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Primate power plays and human politics

Primate power plays and human politics

Human political behaviour has roots in our evolutionary relatives, particularly chimpanzees and non-human primates in general. This is aptly expressed as “chimpanzees are almost too human to be true,” reflecting what is called phylogenetic continuity or inheritance.

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Last Updated : 07 July 2024, 20:57 IST
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One of the agendas of any political decision, in the words of Lasswell (1936), is aimed at “Who gets What, When, and How”. This is  reflected in the political behaviour of closely related mammals, namely, chimpanzees and humans, with almost similar strategies. Of course, these strategies are modified and elaborated due to language and culture in humans, as expected from Darwin’s dictum, ‘Descent with modifications.’ These mammals belong to a group called primates. In the evolutionary scenario, chimpanzees appeared earlier than Homo sapiens. Extensive investigations into the social organisation of chimpanzees have shown that the strategies to gain and/or retain power are also reflected in human political manoeuvres. Many political schemes are not unique to human politicians. Human political behaviour has roots in our evolutionary relatives, particularly chimpanzees and non-human primates in general. This is aptly expressed as “chimpanzees are almost too human to be true,” reflecting what is called phylogenetic continuity or inheritance. 

Professor Frans de Waal is a pioneer in understanding chimpanzee politics. His work has illustrated the evolutionary basis of human political behaviour. He studied this behaviour under experimental conditions (Burgers Zoo in Arnhem) as well as in natural populations. A few aspects of political behaviour that play a significant role in accessing resources, power, or even mates, which are also seen in humans, are discussed below.

Cooperation and conflict within a group or between groups have a notable impact on evolutionary fitness. Cooperation, an important political behaviour, is crucial to achieving the intended result, such as acquiring more resources. Chimpanzees live in social groups of about 45 to 50 individuals and have well-structured hierarchical societies. The members of the society recognise one of the males as their leader, called ‘Alfa male,’ who has powers to make decisions. Males engage in a variety of ‘social manoeuvring’ acts to reach the top. Frans de Waal, the author of Chimpanzee Politics, says that the alpha leader dominates all others through tactics of threat, intimidation, and aggression, and, most importantly, by forming short-term coalitions with other high-status males. Once the crisis is over, the rival males pay homage to the alpha, visiting him, grooming him, and expressing various forms of submission. This is akin to human political behaviour.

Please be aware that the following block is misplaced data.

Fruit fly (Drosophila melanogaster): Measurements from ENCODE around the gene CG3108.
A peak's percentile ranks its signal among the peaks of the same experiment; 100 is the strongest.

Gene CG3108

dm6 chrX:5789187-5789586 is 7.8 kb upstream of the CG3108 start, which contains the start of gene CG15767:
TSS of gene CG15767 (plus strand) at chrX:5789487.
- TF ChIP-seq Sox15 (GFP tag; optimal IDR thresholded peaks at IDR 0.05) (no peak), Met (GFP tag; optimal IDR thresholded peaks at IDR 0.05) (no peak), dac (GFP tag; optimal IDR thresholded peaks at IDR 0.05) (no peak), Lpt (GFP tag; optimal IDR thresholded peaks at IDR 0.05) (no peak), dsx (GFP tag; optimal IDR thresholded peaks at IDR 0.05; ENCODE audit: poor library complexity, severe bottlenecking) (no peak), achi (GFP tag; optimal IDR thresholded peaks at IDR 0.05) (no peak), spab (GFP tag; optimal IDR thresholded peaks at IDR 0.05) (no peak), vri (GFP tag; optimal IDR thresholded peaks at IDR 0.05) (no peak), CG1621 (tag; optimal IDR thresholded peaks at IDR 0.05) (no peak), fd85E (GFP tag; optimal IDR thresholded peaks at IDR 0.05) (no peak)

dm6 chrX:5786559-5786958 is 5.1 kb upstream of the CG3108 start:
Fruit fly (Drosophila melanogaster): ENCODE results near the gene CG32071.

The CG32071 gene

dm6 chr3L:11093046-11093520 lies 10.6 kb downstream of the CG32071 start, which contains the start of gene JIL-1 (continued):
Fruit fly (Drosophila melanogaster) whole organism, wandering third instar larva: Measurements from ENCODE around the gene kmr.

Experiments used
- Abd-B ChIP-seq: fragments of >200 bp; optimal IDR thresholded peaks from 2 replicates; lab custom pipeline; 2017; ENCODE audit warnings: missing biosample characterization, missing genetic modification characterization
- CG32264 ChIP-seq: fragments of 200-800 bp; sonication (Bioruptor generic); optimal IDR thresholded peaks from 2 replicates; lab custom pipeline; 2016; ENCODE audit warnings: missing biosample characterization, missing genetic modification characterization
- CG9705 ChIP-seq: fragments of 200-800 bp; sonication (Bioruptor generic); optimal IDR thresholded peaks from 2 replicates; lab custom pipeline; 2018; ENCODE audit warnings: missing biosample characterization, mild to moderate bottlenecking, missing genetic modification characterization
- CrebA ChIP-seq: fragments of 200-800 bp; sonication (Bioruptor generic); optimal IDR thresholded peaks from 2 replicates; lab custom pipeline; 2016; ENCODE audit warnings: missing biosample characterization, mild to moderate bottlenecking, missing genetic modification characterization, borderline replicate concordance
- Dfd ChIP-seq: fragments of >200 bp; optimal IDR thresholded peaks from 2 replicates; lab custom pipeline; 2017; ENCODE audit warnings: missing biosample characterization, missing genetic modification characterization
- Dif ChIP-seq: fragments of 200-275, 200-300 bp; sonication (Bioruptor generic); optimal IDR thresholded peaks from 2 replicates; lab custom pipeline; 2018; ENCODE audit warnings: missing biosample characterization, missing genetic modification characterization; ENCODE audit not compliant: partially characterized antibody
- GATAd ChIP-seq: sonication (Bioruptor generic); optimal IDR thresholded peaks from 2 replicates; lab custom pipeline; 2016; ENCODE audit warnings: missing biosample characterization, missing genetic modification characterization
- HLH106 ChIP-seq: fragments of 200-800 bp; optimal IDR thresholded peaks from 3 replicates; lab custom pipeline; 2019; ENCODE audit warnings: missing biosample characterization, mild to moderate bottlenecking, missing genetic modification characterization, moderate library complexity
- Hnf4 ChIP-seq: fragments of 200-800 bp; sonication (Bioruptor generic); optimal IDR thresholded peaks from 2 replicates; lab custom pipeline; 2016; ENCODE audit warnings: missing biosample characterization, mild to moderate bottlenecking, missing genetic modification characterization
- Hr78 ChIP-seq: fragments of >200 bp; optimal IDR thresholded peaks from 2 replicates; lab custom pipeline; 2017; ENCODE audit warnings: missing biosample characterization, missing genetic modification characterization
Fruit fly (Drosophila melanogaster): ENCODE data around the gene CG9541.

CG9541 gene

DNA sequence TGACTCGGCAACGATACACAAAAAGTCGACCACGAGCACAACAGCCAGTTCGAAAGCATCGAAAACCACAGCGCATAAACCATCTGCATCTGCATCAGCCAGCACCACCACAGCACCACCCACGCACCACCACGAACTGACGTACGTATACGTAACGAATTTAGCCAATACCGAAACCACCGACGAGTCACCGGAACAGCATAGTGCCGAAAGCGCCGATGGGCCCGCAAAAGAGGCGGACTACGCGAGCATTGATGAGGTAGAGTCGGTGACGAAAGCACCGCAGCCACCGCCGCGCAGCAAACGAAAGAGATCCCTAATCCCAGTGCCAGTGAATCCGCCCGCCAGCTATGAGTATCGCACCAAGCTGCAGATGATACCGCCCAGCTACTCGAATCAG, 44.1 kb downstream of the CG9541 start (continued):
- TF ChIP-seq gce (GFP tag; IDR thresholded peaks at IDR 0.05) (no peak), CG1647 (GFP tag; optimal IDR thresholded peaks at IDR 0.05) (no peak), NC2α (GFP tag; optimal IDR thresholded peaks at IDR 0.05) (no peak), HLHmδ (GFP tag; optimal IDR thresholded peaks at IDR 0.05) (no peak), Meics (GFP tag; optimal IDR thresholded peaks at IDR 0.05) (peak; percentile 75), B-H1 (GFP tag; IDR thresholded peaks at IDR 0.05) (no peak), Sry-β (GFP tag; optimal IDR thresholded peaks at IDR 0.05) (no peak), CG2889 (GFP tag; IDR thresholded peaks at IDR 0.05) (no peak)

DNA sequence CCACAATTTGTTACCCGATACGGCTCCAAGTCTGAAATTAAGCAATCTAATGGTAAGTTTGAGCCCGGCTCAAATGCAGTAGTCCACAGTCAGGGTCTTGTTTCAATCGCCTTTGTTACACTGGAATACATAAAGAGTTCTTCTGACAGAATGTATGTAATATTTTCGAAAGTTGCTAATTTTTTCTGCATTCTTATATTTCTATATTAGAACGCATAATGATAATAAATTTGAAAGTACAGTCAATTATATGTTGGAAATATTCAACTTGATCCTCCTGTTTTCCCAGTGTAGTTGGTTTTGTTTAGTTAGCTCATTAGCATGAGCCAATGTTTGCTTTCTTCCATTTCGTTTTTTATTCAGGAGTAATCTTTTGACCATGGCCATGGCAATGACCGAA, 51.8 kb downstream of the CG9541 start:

Frans de Waal said, “You don’t need to be the biggest and strongest male,” and even “the smallest male, if he has the right allies and friends and keeps them happy, he can be the alpha male.” Psychological research shows that among chimpanzees and humans, socially dominant leaders are especially inclined to form short-term contractual relationships grounded in pragmatics rather than principles. Such temporary deals may work today but may be gone tomorrow, and they may also turn allies into enemies. Even the biggest and most aggressive alpha chimp needs allies and support from the masses. Diplomatically, the leader has to keep these supporters happy. Diplomacy involves forming coalitions with other males. To gain this, the chimpanzee leader would tax the group and then return those resources to supporters. Such an opportunistic strategy is common among human politicians within parties. Another similarity involves conflict between groups. Chimpanzees often raid and ambush other troops, brutally killing rival group members. This is equivalent to the dominant political parties silencing the minority ones with appropriate manoeuvres. Sometimes chimp societies face danger from other animals. Under such situations, Alison Cronin, an international expert in the rescue and rehabilitation of abused primates, has opined that “If you have an external threat that’s a danger effectively to everybody, it brings
the group together; you rally together.” Similarly, in human political scenarios, rival groups join forces to face an external threat to their survival. 

Jane Goodall, who was living with chimpanzees in the Tanzanian rainforest, stated in her book The Chimpanzees of Gombe that the chimpanzee community is a “fusion-fission society.” Chimpanzees form hierarchical groups (a fusion of chimps), but within each community exist smaller social groups whose members often change (a fission of chimps). It appears that fission-fusion illustrates a lack of commitment. It can be useful when one chimp cannot tolerate another. Their society, like ours, involves friends, rivals, and power struggles, and sometimes two chimps simply can’t get along. Rather than remove either from the troop, both can join separate groups and have companions, flowing freely between them. This way, relationships, alliances, and freedom of association continue. Similar opportunistic fusion-fission are seen at all levels of political organisations, particularly when coalition governments are formed in countries across the globe. In view of such opportunistic decisions, it will be difficult to predict ‘Who gets What, When, and How’.

(The writer is a former VC of Bangalore University)

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